Make us your home page
The Daily Drivers | By Peter Couture and Lyra Solochek, Times Staff Writers

The Daily Drivers: Stylish, roomy new CX-5 feels fresh

Mazda's all-new CX-5 comes with big promise and even bigger expectations. The small crossover carries some of the automaker's new design cues as well as its latest engineering: the fuel-efficient SkyActiv Technology. Call the CX-5 the poster car for the next generation Mazda. Does it deserve such status?

Appearance: The first thing you notice is the grille no longer looks like a smile. In its place is one that's more subtle and appealing. Thank goodness. The rest of the CX-5 carries Mazda's new "soul of motion" design philosophy (Mazda is big on those). What that translates to in the CX-5 is a more chiseled look up front and body side panels that seem to flow back from the fender bulges like a wave. There's plastic black cladding around the wheel wells and elsewhere, but it doesn't detract from the design. In all, it's a sophisticated look that bodes well for the rest of the Mazda line. During our time with the CX-5, several people asked us about it. (Peter even met a woman who had just bought one, and she sang its praises.) Our tester came in Sky Blue Mica, which Lyra liked for its vivid hue. Peter wasn't as sold on it.

Performance: As in most of the Mazdas we've driven, the car engages the driver. We found the steering response quick with a light touch. Mazda says the body is stiffer but lighter, which translates into nimble handling. That's the good. The not-so-good: We found that the 2.0-liter, 155-horsepower SkyActiv engine, which we really liked in the Mazda3, lacked the normal zoom-zoom. If you have a full complement of passengers or need to merge onto the interstate, you're going to have to floor it, and even then there's a slight lag. Maybe the 6-speed automatic is to blame. After all, in order to get the CX-5's estimated mileage of 26 city and 32 highway, something has to be sacrificed.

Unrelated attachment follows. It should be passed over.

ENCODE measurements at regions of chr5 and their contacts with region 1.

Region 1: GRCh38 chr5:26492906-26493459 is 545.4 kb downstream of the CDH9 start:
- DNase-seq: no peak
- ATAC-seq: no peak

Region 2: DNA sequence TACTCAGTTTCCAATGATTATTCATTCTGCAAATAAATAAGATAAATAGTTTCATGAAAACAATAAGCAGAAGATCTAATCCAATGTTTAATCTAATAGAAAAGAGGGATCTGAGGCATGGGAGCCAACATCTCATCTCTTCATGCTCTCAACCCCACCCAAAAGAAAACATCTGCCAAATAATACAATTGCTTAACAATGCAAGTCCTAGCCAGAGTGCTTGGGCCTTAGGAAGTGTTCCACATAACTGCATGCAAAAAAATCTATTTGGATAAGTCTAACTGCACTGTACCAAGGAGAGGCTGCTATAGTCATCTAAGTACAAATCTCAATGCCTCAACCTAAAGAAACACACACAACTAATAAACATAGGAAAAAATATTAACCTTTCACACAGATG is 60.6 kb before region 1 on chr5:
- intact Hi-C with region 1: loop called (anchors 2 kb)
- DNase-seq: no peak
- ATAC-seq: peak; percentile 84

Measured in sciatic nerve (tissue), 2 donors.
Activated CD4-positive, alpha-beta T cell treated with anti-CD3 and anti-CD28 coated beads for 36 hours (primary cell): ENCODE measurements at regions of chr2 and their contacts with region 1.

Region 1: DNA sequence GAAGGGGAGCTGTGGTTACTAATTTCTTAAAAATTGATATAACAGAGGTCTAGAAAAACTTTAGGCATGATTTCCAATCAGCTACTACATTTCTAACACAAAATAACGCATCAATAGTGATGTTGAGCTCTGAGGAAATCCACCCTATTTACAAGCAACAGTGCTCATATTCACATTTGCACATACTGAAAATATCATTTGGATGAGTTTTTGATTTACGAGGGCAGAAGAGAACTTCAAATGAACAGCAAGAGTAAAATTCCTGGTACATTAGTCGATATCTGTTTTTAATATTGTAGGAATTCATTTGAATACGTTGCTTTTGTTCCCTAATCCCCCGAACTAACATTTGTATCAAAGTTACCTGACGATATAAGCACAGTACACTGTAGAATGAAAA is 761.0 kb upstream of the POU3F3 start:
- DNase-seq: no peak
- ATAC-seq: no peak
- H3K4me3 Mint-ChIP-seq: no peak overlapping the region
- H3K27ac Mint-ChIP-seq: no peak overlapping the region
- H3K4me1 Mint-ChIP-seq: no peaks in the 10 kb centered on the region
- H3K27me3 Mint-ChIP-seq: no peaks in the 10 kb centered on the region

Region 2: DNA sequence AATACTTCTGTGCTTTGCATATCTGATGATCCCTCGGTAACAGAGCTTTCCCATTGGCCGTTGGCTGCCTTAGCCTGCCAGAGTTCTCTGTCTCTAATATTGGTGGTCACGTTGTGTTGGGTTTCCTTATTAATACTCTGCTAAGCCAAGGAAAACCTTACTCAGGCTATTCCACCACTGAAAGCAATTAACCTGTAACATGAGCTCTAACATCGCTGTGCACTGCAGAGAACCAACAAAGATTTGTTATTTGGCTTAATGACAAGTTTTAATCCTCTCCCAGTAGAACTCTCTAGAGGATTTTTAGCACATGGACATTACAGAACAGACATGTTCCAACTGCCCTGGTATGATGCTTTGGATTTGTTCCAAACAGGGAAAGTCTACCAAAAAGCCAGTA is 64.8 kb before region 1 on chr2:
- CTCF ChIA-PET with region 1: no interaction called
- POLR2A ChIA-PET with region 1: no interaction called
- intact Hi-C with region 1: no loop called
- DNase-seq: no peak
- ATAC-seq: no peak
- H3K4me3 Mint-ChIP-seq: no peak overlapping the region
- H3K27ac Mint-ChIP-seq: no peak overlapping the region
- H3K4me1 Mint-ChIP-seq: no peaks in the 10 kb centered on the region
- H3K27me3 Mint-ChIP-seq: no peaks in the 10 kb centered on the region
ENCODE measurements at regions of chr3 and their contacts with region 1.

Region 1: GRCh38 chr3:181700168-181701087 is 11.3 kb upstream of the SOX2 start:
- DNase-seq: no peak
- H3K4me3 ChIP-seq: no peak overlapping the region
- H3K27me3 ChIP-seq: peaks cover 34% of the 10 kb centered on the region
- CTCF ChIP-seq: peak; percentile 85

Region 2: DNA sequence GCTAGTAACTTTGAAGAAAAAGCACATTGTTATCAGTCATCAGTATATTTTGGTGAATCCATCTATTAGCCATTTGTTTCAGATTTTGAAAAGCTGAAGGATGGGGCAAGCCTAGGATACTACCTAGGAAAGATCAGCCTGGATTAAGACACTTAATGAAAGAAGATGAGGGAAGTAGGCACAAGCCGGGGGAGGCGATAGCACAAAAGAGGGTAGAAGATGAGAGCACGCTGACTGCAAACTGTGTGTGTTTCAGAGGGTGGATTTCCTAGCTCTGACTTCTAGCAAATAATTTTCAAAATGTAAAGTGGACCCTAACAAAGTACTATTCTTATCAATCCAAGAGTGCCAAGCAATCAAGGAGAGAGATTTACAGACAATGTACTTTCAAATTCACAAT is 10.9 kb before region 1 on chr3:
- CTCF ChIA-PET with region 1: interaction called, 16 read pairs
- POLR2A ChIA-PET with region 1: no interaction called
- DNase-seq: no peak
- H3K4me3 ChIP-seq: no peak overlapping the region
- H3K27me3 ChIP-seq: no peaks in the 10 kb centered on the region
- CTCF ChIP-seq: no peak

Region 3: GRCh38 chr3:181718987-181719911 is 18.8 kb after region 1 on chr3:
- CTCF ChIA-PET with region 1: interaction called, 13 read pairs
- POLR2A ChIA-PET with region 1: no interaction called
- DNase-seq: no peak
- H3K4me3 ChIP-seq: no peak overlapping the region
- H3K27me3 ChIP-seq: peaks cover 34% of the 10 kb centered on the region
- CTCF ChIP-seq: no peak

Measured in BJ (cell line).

Interior: Our tester was the top-of-the-line Grand Touring trim, which adds features including alloy wheels, an eight-way power driver seat, leather seats (comfortable) and a Bose sound system. The built-in navigation system with voice command is from TomTom, and it works well, even showing Lyra the accurate lane changes at the TIA junction off I-275. One downside to our tester's black seats and interior: It got really hot inside, then took a while to cool down. But where the CX-5 may have an advantage over the competition is in roominess. The back seats, especially, have enough head and legroom for adults. The rear seats fold easily with the tug of levers, and they are split into 60/40 standard and a 40/20/40 configuration in the upper trim levels. (One bit of advice: When putting the seat backs upright, make sure the belts are properly placed; otherwise passengers won't be able to buckle up.) Cargo space is generous — 65.4 cubic feet — and made the grocery run a breeze.

Our 3 favorites

Peter Couture

Blind-spot warning: Mazda has one of our favorite systems and makes it available on a variety of trims.

Roominess: I can sit up straight in the rear seat.

Style: The grin is gone on the grille!

Lyra Solochek

Details: Delicate chrome grille trim that extends into the headlights.

Efficient: Great mpg for a compact hauler.

Easy release: One-touch levers to pop the seat backs down from the cargo area.

The bottom line: Mazda has scored in the competitive small crossover category with an entry that's stylish, roomy and has good road manners and mpg. If you're not hung on zoom, then this five-seater should be a leading candidate.

2013 Mazda CX-5

Price: $20,695 start, $29,165 as tested (Grand



2.0-liter SkyActiv-G 4-cylinder, 6-speed automatic, FWD

Horsepower: 155 at 6,000 rpm

Torque: 150 pound-

feet at 4,000 rpm

Curb weight: 3,272 pounds


in inches:

Wheelbase, 106.3

Length, 179.3